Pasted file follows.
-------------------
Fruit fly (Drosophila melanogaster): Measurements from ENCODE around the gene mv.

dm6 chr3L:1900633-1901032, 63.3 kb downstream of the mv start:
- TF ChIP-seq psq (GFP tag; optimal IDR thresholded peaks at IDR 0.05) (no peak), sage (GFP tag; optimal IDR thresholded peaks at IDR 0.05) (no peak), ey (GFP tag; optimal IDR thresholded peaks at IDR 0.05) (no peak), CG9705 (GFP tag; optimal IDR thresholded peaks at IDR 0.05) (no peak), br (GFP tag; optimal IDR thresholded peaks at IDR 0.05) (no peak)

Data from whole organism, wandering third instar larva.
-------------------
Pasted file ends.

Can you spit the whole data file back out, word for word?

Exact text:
Fruit fly (Drosophila melanogaster): Measurements from ENCODE around the gene mv.

dm6 chr3L:1900633-1901032, 63.3 kb downstream of the mv start:
- TF ChIP-seq psq (GFP tag; optimal IDR thresholded peaks at IDR 0.05) (no peak), sage (GFP tag; optimal IDR thresholded peaks at IDR 0.05) (no peak), ey (GFP tag; optimal IDR thresholded peaks at IDR 0.05) (no peak), CG9705 (GFP tag; optimal IDR thresholded peaks at IDR 0.05) (no peak), br (GFP tag; optimal IDR thresholded peaks at IDR 0.05) (no peak)

Data from whole organism, wandering third instar larva.